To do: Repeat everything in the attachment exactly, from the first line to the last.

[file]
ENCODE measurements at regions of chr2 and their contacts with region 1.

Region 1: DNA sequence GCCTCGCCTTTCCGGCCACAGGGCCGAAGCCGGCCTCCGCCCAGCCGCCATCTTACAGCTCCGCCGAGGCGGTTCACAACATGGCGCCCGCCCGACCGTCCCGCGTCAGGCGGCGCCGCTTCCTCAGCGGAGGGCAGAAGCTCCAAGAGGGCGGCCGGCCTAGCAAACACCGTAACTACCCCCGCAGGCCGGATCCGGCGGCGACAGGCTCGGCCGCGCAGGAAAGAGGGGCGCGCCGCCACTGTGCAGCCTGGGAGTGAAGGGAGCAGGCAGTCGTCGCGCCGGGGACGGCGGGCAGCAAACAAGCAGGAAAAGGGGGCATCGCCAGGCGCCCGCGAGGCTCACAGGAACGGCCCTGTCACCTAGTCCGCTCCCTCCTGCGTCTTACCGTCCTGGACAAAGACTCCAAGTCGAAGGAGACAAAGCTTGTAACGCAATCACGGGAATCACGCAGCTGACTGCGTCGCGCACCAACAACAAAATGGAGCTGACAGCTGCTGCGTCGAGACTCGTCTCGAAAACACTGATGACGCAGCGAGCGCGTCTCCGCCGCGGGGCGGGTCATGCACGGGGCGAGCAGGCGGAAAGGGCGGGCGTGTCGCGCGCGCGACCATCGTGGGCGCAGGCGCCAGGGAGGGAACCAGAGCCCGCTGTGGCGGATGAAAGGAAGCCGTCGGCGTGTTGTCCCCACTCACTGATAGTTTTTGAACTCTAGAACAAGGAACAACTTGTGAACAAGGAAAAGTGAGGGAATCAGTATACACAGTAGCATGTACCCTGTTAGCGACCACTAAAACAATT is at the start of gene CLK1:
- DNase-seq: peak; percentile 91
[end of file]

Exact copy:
ENCODE measurements at regions of chr2 and their contacts with region 1.

Region 1: DNA sequence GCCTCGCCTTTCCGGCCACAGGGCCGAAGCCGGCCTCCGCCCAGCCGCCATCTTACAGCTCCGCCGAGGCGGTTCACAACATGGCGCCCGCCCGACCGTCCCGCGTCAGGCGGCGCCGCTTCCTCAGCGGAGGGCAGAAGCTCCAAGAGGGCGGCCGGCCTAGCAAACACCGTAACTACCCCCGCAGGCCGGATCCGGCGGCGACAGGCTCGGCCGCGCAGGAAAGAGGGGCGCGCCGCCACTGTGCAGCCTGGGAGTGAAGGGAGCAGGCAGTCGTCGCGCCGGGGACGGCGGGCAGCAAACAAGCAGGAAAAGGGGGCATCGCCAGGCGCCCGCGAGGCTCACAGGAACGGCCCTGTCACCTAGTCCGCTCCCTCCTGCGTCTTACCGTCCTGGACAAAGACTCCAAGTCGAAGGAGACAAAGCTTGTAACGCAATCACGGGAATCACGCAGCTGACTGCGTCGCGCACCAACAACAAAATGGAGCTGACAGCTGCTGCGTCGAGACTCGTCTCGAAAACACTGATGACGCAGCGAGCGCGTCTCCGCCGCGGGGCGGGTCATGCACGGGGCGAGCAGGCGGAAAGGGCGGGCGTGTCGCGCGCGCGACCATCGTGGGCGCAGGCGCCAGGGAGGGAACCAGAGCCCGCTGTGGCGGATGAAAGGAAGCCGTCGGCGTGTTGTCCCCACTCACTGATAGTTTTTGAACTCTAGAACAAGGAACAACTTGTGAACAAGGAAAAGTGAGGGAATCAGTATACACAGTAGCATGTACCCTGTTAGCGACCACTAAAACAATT is at the start of gene CLK1:
- DNase-seq: peak; percentile 91